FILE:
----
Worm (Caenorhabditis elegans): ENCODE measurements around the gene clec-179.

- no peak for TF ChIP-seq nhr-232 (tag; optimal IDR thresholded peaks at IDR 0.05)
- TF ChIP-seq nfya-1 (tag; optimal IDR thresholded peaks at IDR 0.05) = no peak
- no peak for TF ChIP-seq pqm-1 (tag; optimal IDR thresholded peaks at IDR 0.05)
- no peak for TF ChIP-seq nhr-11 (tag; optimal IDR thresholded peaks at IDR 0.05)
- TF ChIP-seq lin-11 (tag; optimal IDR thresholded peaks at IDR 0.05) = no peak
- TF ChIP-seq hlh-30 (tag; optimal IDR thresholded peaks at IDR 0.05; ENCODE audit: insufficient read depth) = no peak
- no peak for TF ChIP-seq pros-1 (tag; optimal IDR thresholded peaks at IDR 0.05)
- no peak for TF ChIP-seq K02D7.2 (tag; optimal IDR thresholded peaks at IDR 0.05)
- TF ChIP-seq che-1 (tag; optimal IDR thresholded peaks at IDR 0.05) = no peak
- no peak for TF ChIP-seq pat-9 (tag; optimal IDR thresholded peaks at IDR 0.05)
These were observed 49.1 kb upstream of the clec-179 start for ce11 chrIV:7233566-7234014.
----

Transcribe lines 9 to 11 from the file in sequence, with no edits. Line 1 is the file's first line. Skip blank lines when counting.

- no peak for TF ChIP-seq K02D7.2 (tag; optimal IDR thresholded peaks at IDR 0.05)
- TF ChIP-seq che-1 (tag; optimal IDR thresholded peaks at IDR 0.05) = no peak
- no peak for TF ChIP-seq pat-9 (tag; optimal IDR thresholded peaks at IDR 0.05)